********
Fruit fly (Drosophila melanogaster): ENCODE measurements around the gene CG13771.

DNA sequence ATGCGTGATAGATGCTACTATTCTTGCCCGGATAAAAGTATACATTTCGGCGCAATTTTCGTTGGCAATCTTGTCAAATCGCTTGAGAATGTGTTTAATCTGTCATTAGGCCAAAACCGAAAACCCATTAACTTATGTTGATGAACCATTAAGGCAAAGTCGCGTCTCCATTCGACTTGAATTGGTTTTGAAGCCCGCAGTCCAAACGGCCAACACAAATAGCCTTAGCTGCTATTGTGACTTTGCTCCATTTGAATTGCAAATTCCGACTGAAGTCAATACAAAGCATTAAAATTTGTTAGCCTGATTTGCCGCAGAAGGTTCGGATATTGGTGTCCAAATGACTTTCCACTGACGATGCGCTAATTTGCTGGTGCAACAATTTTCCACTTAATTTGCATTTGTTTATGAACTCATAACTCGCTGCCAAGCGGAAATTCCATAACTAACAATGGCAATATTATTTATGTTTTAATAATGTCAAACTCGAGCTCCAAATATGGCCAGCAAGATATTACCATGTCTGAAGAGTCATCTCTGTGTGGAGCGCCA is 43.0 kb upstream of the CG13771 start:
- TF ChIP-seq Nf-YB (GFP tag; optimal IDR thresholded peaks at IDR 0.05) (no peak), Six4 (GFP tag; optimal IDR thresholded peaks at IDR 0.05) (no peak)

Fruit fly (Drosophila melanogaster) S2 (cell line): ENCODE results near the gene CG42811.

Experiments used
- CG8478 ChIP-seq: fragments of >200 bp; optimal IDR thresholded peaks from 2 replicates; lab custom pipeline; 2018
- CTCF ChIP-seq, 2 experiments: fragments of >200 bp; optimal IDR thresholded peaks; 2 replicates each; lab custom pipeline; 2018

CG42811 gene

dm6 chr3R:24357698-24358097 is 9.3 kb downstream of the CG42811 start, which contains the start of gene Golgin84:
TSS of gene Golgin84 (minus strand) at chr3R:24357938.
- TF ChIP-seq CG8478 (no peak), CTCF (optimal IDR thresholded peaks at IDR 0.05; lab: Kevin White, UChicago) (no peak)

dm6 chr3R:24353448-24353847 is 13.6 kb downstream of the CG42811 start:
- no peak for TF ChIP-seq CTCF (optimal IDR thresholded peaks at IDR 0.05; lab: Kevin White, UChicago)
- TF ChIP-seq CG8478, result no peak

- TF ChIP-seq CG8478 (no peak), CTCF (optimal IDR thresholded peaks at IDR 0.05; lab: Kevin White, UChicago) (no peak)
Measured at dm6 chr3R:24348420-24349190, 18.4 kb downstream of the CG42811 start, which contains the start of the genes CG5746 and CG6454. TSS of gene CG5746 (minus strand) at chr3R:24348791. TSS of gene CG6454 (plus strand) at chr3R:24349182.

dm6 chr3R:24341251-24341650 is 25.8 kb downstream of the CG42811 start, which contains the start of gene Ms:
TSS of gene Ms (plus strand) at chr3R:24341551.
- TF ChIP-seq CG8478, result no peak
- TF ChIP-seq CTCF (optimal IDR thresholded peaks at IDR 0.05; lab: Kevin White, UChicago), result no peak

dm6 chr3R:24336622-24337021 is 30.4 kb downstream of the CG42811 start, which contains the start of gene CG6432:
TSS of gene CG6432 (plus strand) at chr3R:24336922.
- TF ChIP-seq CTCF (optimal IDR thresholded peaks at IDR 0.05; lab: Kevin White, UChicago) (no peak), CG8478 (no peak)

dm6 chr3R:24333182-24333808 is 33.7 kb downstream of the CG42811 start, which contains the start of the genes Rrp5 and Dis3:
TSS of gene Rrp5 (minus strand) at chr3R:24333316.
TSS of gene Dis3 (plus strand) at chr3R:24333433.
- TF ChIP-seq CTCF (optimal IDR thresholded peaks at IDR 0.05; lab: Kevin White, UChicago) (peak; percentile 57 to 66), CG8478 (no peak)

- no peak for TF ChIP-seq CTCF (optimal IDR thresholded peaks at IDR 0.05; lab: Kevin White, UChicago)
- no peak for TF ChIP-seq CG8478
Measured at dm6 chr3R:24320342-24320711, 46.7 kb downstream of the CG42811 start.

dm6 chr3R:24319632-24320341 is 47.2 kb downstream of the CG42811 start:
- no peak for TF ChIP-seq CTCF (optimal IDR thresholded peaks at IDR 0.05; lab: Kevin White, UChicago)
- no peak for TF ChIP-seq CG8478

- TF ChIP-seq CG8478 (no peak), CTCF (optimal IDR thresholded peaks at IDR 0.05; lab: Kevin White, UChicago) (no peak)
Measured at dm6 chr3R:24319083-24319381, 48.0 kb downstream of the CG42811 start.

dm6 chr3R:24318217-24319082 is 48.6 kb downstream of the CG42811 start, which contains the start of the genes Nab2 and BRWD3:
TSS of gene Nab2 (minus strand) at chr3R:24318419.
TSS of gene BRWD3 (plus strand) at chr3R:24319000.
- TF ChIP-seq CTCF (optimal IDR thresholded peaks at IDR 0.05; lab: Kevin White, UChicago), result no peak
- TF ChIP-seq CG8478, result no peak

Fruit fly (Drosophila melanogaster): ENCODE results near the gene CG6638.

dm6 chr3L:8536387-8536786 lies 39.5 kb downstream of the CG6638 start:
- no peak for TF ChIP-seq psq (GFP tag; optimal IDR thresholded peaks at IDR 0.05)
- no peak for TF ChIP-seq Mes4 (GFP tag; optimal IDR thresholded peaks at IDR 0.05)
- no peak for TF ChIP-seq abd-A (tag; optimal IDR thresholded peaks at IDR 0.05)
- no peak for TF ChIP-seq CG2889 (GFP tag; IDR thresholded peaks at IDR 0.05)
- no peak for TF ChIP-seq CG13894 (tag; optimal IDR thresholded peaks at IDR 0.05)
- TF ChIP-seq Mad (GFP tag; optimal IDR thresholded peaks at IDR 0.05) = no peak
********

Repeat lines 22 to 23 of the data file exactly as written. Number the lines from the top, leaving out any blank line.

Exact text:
TSS of gene CG6432 (plus strand) at chr3R:24336922.
- TF ChIP-seq CTCF (optimal IDR thresholded peaks at IDR 0.05; lab: Kevin White, UChicago) (no peak), CG8478 (no peak)